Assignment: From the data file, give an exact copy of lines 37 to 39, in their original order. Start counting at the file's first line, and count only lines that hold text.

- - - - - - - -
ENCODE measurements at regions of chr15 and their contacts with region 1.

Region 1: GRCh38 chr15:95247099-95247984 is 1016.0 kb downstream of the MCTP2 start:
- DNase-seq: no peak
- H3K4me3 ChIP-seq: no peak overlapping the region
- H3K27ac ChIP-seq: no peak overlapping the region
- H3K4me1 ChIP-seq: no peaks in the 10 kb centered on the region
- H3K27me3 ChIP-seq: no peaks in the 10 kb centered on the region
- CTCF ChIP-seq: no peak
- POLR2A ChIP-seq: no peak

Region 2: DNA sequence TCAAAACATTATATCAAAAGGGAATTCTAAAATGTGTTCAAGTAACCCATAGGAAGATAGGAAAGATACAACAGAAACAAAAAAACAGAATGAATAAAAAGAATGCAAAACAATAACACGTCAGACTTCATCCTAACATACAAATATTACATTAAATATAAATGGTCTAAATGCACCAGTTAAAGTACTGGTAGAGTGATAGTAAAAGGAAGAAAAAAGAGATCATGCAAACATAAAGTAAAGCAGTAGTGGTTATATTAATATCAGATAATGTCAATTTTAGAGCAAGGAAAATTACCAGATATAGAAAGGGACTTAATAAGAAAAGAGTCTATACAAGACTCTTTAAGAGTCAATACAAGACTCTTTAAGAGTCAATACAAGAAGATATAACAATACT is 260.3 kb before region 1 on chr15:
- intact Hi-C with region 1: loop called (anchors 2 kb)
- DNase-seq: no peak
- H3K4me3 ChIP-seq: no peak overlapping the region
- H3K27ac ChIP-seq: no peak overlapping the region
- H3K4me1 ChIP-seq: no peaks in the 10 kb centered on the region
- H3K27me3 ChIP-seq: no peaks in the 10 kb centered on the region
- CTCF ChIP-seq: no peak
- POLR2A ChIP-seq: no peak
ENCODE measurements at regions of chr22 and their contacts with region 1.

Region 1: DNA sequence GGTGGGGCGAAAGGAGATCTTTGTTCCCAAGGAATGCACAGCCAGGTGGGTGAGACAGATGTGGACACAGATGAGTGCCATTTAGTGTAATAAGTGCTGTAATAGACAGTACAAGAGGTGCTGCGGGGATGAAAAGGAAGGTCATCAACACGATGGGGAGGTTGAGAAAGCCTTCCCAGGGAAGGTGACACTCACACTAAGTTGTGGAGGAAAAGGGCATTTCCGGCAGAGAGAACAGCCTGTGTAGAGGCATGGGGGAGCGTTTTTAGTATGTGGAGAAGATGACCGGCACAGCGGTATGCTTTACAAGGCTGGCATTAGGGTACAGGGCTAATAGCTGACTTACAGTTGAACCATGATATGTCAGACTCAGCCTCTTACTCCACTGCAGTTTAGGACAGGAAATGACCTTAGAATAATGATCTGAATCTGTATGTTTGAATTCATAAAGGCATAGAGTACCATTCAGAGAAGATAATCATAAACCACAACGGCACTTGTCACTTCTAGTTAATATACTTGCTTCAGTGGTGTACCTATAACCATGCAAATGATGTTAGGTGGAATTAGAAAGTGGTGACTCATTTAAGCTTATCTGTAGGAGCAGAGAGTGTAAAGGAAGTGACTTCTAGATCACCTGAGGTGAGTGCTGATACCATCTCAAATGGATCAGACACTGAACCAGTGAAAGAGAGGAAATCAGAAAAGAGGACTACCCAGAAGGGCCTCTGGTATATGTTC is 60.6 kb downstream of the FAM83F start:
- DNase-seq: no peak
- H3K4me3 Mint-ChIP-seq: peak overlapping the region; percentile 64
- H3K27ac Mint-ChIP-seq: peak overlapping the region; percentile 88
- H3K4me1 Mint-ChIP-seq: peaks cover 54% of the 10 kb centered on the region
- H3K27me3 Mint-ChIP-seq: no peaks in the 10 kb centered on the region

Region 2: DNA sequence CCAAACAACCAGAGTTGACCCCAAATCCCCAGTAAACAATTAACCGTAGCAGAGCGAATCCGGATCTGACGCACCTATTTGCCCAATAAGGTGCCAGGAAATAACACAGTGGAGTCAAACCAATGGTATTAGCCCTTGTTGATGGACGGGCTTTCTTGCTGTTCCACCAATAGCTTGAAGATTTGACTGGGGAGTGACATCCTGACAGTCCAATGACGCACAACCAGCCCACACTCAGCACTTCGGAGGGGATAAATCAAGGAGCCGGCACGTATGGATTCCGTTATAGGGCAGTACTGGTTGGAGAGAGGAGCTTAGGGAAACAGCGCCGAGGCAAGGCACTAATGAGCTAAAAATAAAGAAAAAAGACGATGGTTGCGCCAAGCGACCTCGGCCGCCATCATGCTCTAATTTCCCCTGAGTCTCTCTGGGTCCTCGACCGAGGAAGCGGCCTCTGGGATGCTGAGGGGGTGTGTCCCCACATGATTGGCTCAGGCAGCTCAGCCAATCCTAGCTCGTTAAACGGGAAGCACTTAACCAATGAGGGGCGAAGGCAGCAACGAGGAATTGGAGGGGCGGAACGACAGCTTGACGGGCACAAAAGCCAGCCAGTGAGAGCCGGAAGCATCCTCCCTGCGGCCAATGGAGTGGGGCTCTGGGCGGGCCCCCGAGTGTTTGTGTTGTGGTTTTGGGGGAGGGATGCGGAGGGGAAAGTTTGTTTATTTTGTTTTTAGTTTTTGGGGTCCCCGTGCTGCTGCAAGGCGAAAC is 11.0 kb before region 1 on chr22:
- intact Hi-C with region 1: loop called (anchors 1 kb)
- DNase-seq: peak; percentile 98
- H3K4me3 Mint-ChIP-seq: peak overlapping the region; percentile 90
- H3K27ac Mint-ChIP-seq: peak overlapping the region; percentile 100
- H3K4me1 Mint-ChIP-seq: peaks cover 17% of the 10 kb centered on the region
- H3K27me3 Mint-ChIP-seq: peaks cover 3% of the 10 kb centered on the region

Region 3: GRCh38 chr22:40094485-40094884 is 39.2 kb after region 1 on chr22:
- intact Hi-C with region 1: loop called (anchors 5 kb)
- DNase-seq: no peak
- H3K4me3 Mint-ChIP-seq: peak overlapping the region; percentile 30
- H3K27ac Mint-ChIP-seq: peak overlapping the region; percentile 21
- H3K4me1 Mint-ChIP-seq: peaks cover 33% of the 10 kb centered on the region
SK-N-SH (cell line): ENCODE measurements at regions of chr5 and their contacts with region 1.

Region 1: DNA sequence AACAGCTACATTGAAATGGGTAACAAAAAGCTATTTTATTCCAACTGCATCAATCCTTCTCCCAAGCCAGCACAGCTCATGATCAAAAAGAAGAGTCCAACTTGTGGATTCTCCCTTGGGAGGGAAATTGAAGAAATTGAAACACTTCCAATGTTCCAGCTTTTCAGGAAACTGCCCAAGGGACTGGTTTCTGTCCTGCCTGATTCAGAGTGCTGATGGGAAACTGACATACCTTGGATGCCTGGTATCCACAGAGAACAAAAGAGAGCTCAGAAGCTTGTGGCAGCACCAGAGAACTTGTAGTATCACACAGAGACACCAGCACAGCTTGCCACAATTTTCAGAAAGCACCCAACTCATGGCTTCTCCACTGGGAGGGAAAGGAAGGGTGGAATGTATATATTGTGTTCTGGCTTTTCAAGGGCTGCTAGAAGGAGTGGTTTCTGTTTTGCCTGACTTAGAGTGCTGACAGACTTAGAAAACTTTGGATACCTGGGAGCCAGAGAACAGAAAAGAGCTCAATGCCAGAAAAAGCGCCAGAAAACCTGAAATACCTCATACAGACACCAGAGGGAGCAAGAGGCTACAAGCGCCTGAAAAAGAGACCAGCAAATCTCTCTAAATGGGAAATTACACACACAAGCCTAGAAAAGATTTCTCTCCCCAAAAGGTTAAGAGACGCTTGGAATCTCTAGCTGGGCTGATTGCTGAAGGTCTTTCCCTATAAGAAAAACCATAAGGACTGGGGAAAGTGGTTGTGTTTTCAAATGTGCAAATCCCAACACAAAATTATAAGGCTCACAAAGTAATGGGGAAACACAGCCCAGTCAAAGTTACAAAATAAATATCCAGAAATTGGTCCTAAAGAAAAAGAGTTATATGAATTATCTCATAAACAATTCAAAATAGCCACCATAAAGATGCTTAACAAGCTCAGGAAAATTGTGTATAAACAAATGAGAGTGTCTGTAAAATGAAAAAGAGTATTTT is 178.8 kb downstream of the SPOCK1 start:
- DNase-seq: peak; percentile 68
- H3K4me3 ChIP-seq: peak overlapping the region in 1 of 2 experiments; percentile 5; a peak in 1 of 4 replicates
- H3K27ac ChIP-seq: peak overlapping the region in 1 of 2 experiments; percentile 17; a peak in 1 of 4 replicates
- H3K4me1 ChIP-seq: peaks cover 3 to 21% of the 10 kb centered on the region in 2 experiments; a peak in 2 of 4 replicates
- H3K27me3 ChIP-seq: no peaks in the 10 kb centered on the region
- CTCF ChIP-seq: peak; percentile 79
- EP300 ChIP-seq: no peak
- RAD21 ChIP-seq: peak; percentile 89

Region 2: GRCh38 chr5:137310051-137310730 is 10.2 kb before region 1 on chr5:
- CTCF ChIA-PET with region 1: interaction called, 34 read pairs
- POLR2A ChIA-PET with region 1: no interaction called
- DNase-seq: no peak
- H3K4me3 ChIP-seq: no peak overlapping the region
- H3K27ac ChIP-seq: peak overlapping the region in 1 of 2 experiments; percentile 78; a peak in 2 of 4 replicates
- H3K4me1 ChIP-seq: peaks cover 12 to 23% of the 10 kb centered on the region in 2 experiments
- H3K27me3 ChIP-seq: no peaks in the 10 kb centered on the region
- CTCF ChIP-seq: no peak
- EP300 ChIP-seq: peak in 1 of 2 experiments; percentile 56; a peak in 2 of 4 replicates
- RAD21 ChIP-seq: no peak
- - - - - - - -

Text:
- H3K27ac Mint-ChIP-seq: peak overlapping the region; percentile 21
- H3K4me1 Mint-ChIP-seq: peaks cover 33% of the 10 kb centered on the region
SK-N-SH (cell line): ENCODE measurements at regions of chr5 and their contacts with region 1.